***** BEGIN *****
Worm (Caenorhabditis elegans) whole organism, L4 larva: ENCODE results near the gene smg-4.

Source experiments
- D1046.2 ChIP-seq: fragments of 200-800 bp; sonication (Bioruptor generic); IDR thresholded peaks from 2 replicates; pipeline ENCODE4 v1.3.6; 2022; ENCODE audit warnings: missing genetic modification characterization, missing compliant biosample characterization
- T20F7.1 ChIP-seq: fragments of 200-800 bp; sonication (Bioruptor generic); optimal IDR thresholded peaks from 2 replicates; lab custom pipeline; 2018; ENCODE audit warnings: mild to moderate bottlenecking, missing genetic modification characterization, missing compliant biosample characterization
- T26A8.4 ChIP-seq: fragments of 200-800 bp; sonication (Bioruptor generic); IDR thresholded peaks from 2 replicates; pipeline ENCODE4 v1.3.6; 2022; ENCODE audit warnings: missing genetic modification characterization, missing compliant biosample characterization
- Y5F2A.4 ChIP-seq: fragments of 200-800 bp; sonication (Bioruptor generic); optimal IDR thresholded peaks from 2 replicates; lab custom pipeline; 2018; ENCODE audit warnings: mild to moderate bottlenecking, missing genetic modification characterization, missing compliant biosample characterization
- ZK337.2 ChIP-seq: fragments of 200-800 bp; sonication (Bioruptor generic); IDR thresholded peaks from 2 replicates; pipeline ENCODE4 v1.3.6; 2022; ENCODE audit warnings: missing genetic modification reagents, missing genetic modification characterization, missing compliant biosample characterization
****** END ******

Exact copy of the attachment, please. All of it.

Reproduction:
Worm (Caenorhabditis elegans) whole organism, L4 larva: ENCODE results near the gene smg-4.

Source experiments
- D1046.2 ChIP-seq: fragments of 200-800 bp; sonication (Bioruptor generic); IDR thresholded peaks from 2 replicates; pipeline ENCODE4 v1.3.6; 2022; ENCODE audit warnings: missing genetic modification characterization, missing compliant biosample characterization
- T20F7.1 ChIP-seq: fragments of 200-800 bp; sonication (Bioruptor generic); optimal IDR thresholded peaks from 2 replicates; lab custom pipeline; 2018; ENCODE audit warnings: mild to moderate bottlenecking, missing genetic modification characterization, missing compliant biosample characterization
- T26A8.4 ChIP-seq: fragments of 200-800 bp; sonication (Bioruptor generic); IDR thresholded peaks from 2 replicates; pipeline ENCODE4 v1.3.6; 2022; ENCODE audit warnings: missing genetic modification characterization, missing compliant biosample characterization
- Y5F2A.4 ChIP-seq: fragments of 200-800 bp; sonication (Bioruptor generic); optimal IDR thresholded peaks from 2 replicates; lab custom pipeline; 2018; ENCODE audit warnings: mild to moderate bottlenecking, missing genetic modification characterization, missing compliant biosample characterization
- ZK337.2 ChIP-seq: fragments of 200-800 bp; sonication (Bioruptor generic); IDR thresholded peaks from 2 replicates; pipeline ENCODE4 v1.3.6; 2022; ENCODE audit warnings: missing genetic modification reagents, missing genetic modification characterization, missing compliant biosample characterization